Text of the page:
This is unfortunately not in general the case. Sometimes it works, as with your example, but more often the kanji meanings are closer to just being a hint, and occasionally they’re totally useless. The analogy I like is with Greek and Latin roots in English – if you know that “tele” means “far away”, “phone” means “sound” and “vision” is about sight, then you have some good hints about which way around “telephone” and “television” are; but you aren’t likely to be able to correctly guess what “telephone” means if you don’t already know it and all you have is “far away voice”…


Really? Good to know, I’m only level 3 myself, after all :smiley: Thank you for correcting me!

1 Like


Another thing to understand is that most of the time there really is no consequence for getting something wrong (tests excluded, obviously). So in the environment where you can make mistakes, get all of them out of your system. When you’re reading or listening or whatever, you’re always going to be like “Hmm, I think this means x. Oh, it actually means y. I guess I’ll remember it for next time” and this will happen like 5 times a page or whatever for 10 pages and you just don’t think anything of it. (Even moreso with conversation. Drunken bar conversation is honestly one of the best ways I learned to speak because you just dgaf about making mistakes!)

Learning anything is a matter of making a bajillion mistakes now so when it comes crunch time you’ve already got all of them out of your system.

1 Like

In order to remember stuff faster you need to slow down.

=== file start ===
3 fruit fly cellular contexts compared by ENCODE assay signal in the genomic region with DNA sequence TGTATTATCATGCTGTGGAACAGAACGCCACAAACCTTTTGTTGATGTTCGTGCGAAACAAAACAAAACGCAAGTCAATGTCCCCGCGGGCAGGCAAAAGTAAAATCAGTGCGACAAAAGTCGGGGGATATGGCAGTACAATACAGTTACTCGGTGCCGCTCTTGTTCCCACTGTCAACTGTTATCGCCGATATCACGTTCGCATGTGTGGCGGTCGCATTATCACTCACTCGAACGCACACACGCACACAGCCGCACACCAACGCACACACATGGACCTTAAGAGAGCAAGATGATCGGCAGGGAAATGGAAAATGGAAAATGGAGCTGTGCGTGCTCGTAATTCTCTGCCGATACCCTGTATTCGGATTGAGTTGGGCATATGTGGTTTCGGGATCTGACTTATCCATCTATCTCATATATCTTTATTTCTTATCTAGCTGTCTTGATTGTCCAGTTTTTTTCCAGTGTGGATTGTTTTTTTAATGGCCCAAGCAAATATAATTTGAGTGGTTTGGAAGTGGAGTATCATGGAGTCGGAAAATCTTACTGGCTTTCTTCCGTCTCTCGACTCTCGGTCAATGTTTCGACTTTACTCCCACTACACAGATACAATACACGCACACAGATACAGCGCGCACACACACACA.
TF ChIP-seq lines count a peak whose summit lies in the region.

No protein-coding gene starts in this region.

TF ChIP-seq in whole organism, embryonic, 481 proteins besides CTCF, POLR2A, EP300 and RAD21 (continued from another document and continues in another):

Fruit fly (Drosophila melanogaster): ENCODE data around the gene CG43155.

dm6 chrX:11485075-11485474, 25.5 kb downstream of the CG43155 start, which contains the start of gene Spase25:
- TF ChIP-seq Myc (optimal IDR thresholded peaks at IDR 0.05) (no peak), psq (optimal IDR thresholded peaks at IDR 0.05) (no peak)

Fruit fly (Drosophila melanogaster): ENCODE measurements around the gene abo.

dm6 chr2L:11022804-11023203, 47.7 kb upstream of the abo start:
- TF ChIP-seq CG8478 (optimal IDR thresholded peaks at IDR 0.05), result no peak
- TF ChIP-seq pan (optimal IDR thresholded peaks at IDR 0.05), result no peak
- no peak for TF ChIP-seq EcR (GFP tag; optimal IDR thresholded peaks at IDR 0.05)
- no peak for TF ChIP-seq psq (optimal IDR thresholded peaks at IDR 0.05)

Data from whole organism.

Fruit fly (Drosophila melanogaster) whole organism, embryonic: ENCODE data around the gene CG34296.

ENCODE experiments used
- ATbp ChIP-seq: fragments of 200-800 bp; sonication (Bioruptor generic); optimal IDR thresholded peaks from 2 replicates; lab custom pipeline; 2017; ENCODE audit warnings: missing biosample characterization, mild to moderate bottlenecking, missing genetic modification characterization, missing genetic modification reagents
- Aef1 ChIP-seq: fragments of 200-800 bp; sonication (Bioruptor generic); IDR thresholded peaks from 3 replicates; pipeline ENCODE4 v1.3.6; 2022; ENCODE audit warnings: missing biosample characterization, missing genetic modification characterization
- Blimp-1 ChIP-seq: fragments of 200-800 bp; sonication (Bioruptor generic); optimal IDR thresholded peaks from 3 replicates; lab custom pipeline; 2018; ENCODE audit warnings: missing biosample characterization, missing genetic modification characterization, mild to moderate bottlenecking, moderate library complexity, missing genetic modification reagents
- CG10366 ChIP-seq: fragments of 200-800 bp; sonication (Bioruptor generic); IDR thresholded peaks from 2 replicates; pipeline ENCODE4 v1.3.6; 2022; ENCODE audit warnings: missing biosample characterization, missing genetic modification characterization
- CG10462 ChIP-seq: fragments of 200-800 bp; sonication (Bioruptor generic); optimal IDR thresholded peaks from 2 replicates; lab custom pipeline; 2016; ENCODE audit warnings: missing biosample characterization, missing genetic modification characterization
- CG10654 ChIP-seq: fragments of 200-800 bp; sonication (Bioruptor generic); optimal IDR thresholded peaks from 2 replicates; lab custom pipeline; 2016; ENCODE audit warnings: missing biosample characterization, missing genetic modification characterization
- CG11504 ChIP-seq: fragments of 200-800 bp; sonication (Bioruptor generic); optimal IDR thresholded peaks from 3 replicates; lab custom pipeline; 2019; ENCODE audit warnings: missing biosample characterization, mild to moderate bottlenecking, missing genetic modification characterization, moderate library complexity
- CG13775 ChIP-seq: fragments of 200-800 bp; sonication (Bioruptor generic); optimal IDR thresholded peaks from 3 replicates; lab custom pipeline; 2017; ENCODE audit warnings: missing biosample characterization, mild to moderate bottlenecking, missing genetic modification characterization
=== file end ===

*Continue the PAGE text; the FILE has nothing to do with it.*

When I stared using WaniKani eons ago, the amount of information for every item flet like a wall of text at time, so taking in all of the different details felt too much, so I ignored a lot of small yet important cues/clues, and sometimes I just skimmed over it, which of course backfired.

This time around I’m being more mindful when I do my lessons. I’m actually writing the item + meaning and reading down. Why? Because it forces me to slow down and pay attention.
I make sure to read the explanations and to see what grammatical part it is.
After writing it I put the binder aside, and go over each item without looking at the answers to see what and if I remember. I’ll go over the ones I’ve missed, and only when I remember every item in that lesson batch (between 5 -10 items) correctly I click on quiz.

The mnemonic tool is pretty demanding wether you create them on your own or use premade ones. You’re basically putting some effort in remembering junk that you’ll eventually forget in order to remember what you want to learn and use naturally. It demands a lot of patience, and to be honest, for years I avoided this technique like the plague.
The thing is, it works. Coming back to wanikani after several years of no japanese learning/reading/speaking/listening at all, I was amazed I remember way more than I assumed,

However, if you come to a point where you truly feel that mnemonics are not the memorizing tool
for you, you might want to reconsider using a system that rely on them.

And as mentioned above - don’t be devastated by your mistake, that’s how we learn, by making them.

1 Like